Antibody therapy proves 88% effective at preventing malaria infections
In the first big real-world test for monoclonal antibodies against malaria a new study has reported extraordinarily promising results, with a novel therapy found to be 88.2% effective at preventing infections across a six-month period. The results add to a growing body of research focusing on antibody therapy as a tool to fight malaria.
As the world's first malaria vaccine began its roll-out last year in Africa, several major philanthropic organizations began to question whether the vaccine's efficacy was good enough for a wide roll out. With trials finding the vaccine may only prevent 30% of infections in children, non-profit organizations such as the Bill and Melinda Gates Foundation ultimately diverted funding from vaccine deployment into other malaria prevention studies.
While work on malaria vaccines continues, some research attention is shifting to monoclonal antibody therapies. These therapies focus on directly delivering substantial volumes of potent protective antibodies to a person, instead of using a vaccine to prompt the immune system to produce its own antibodies.
Monoclonal antibodies are effective tools because the antibodies administered can be explicitly optimized to target certain antigens. However, they are not long-lasting therapies. The antibodies degrade over time, and treatments are often only effective for several months.
This new research focuses on an antibody dubbed CIS43LS. The antibody was first isolated from a patient who had received an experimental malaria vaccine and it was then modified so it wouldn't degrade too rapidly.
In a Phase 2 trial, the first big real-world test for malaria-preventing monoclonal antibodies, 330 healthy adults were evenly split into three groups: low- and high-dose antibody groups and a placebo. The trial took place over the six-month rainy season in rural communities in Mali, Africa.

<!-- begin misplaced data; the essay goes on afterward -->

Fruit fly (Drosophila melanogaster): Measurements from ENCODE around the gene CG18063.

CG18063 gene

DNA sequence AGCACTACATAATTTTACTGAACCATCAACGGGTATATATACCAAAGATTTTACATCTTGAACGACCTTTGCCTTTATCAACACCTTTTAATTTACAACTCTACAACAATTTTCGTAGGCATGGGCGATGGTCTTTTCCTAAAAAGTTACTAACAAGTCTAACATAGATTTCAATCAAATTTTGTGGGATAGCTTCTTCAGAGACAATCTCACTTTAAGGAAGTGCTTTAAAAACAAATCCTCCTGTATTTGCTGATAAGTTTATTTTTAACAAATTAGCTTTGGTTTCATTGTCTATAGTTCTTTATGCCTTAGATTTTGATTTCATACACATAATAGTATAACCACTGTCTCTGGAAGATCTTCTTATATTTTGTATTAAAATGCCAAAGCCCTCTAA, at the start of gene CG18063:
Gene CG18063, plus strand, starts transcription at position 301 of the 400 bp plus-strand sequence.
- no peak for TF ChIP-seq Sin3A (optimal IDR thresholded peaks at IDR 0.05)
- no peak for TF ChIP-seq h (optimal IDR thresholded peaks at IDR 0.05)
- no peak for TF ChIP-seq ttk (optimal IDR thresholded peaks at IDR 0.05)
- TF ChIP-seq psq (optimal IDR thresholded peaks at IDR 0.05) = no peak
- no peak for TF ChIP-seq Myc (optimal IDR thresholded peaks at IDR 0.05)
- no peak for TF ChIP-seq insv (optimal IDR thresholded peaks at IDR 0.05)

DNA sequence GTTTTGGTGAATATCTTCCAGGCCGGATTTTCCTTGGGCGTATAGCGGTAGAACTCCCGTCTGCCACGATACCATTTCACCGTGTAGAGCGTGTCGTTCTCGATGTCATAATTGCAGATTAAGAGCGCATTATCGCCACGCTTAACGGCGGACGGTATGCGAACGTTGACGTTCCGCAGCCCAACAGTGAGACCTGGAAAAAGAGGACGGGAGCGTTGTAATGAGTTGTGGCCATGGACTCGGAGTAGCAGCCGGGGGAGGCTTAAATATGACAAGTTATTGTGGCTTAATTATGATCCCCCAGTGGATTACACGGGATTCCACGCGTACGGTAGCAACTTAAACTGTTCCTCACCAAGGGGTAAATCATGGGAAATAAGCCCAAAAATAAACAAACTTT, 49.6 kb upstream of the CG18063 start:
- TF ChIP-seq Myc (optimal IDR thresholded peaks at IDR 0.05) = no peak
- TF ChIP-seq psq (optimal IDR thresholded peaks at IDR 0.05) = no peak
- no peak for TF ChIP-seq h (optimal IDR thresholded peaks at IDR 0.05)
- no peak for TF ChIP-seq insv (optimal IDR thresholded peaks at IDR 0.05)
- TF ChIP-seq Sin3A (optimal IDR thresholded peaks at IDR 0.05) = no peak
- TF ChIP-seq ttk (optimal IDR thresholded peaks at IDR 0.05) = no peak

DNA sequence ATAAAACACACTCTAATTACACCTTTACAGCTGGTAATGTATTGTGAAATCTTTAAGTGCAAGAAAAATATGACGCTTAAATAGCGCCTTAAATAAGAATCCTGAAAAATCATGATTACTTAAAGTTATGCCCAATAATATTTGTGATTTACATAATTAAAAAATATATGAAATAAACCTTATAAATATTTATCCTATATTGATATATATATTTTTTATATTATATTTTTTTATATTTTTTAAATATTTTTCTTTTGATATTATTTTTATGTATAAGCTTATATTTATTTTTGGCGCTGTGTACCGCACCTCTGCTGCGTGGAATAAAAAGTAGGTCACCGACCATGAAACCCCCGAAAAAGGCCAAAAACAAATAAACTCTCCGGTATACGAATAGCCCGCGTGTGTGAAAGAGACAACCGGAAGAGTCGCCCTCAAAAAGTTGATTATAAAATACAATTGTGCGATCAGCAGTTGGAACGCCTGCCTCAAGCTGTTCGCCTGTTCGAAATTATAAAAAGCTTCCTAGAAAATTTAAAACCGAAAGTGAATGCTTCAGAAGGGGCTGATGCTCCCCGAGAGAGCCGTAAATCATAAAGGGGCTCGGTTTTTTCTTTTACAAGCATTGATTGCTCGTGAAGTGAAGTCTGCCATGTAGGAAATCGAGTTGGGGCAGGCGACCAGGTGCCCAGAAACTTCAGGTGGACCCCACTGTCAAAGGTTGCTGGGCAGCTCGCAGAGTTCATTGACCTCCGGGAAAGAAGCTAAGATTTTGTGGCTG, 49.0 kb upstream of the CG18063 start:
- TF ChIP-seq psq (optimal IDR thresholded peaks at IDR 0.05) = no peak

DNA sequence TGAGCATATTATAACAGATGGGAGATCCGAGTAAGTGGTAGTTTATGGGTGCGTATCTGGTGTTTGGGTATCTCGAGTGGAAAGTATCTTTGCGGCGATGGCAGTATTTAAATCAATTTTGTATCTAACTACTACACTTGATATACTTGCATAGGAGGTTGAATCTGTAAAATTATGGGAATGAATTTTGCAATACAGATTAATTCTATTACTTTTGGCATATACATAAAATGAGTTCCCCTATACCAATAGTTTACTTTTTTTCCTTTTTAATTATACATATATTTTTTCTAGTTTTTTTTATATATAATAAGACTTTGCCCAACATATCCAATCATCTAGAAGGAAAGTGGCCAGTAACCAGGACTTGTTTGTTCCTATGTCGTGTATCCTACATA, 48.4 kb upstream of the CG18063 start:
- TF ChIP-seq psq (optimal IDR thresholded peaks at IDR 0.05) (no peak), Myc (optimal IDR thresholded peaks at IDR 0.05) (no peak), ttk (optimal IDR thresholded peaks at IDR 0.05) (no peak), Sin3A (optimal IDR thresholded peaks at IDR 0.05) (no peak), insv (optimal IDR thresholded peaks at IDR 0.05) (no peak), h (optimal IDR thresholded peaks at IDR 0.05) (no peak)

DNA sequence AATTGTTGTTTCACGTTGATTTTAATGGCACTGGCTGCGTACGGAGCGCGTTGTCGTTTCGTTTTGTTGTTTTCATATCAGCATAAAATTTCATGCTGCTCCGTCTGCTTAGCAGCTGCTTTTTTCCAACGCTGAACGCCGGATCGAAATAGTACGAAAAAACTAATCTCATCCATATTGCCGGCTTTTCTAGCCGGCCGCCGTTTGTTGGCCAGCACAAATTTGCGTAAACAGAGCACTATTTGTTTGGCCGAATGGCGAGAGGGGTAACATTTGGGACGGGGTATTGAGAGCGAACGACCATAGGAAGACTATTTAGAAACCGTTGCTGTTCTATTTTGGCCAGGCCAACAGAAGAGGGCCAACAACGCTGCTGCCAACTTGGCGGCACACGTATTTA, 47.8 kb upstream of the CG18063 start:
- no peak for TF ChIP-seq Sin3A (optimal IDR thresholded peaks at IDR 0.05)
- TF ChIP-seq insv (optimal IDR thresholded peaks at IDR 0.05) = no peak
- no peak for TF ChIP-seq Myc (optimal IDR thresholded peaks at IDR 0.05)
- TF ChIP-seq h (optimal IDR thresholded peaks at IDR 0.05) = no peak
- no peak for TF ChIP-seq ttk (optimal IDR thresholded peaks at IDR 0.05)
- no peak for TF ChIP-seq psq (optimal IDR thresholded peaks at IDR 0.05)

The trial found the highest dose of the antibody was 88.2% effective at preventing malaria infections over the six-month study compared to placebo. The lowest dose was 75% effective at preventing infection.
“These first field results demonstrating that a monoclonal antibody safely provides high-level protection against intense malaria transmission in healthy adults pave the way for further studies to determine if such an intervention can prevent malaria infection in infants, children, and pregnant women,” explained Robert Seder, one of the lead researchers working on the antibody project. “We hope monoclonal antibodies will transform malaria prevention in endemic regions.”
The trial is a strong proof-of-concept showing how effective monoclonal antibodies could be at preventing malaria infections. But it's unlikely CIS43LS will be the treatment that ultimately reaches clinical use.
In its current form the treatment needs to be administered via intravenous infusion. However, the researchers have already developed a second, more potent, form of the antibody dubbed L9LS.
This next-generation L9LS antibody can be administered as a subcutaneous injection, making it a much more scalable treatment, especially in more remote communities. Phase 1 trials have already been completed, with promising results paving the way for larger Phase 2 trials currently underway.
Because monoclonal antibodies are only effective for a short period of time they will never serve as a replacement for vaccines. The researchers do speculate a number of valuable uses for monoclonal antibodies, especially in the short-term while more efficacious vaccines are being developed.
"A single dose of a monoclonal antibody that prevents infection for up to six months could be administered before each malaria season for at-risk children and in early pregnancy, complementing chemoprevention and other control measures," the researchers noted in the study. "Monoclonal antibodies could potentially be used in combination with mass drug administration and other countermeasures for malaria elimination. Finally, for travelers to areas in which malaria is endemic, monoclonal antibodies could provide an alternative to chemoprophylaxis that can be associated with side effects and inadequate adherence."
The new study was published in The New England Journal of Medicine.